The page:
In the lesson above, you learned how to use the Psych Framework to visualize experiences.
Psych is like a precious cognitive resource:
Psych = M·A: it’s like merging the Motivation and Ability axes of the Behavior Map.
Every user interaction will either add or substract psych (Net Perceived Value).
Motivating users is just as important as reducing unnecessary friction.
Think of your customer as the hero of a video game, and their Psych Level as their health:
🏔 Your job is to help them achieve their quest (not just your business goals).
💙 To keep their Psych up, you need to motivate them and minimize friction.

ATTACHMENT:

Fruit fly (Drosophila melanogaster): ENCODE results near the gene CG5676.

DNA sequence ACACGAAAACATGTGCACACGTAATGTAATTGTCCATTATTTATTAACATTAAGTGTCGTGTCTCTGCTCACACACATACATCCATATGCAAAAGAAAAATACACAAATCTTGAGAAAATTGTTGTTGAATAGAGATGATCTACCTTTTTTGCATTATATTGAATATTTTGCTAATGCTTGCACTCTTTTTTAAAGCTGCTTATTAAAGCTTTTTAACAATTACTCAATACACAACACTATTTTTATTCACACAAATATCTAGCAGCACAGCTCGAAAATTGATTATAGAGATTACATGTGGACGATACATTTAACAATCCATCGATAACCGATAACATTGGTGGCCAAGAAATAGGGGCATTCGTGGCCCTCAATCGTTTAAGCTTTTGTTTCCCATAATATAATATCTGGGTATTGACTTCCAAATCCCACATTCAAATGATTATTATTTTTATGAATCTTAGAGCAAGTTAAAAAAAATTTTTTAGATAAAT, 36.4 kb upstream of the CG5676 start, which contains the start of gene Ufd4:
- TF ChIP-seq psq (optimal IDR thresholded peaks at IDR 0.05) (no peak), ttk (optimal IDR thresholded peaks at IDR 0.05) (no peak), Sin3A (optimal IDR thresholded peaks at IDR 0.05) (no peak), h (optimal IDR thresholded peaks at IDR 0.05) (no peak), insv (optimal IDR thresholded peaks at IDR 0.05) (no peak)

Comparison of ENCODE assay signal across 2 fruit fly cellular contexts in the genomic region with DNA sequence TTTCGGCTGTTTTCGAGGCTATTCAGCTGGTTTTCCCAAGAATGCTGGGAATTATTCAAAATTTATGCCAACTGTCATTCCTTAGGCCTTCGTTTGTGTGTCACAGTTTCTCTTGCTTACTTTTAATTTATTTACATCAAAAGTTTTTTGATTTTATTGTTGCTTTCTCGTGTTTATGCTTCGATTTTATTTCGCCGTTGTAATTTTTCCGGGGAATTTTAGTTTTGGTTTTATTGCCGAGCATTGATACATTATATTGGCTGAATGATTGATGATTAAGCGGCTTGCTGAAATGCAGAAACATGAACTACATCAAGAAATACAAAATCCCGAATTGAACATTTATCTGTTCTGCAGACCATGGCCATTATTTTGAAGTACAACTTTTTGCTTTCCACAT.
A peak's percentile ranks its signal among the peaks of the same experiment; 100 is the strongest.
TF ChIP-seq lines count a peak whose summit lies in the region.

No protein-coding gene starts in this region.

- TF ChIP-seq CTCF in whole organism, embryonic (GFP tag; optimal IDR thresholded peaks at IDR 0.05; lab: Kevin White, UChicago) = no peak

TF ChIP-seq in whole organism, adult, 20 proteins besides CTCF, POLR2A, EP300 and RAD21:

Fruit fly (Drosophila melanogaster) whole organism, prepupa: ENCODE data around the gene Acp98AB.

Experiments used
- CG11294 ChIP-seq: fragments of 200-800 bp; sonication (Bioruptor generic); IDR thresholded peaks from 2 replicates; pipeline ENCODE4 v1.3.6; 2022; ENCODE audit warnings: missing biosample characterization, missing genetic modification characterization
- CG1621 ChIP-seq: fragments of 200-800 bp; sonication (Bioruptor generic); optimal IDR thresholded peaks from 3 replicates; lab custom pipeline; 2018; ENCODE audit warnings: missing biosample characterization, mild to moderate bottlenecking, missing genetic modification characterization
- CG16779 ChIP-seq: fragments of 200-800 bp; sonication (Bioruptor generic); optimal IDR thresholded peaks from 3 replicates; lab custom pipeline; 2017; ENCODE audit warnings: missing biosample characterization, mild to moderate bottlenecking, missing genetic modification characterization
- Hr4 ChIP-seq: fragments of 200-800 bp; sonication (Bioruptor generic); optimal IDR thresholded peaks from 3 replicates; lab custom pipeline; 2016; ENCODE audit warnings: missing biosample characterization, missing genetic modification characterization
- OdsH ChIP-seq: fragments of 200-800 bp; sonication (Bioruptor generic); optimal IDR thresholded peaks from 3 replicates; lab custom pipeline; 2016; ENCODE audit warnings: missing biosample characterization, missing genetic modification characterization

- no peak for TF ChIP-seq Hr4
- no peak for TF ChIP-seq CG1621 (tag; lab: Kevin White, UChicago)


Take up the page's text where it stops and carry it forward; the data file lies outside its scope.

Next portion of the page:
☠ If their Psych Level drops too much, it’s game over for them (…and for you!)
Friction = less ability. This means that customers have to use more Psych to take action.
But friction isn’t always bad. In fact, it can have a net positive impact on the user’s Psych Level if that “good friction” aligns with the user’s motivations.
That’s why carefully adding valuable steps in a user experience can sometimes increase the overall conversion rate (despite the slight extra time/effort required).
When applying the Psych Framework, don’t try to be overly precise with psych variations. Remember that Psych is a mental model. It’s a simplification of complex brain processes to help you create better experiences.
Frequently Asked Questions
Additional psychology resources
If you want to learn more about this topic, we highly recommend these resources: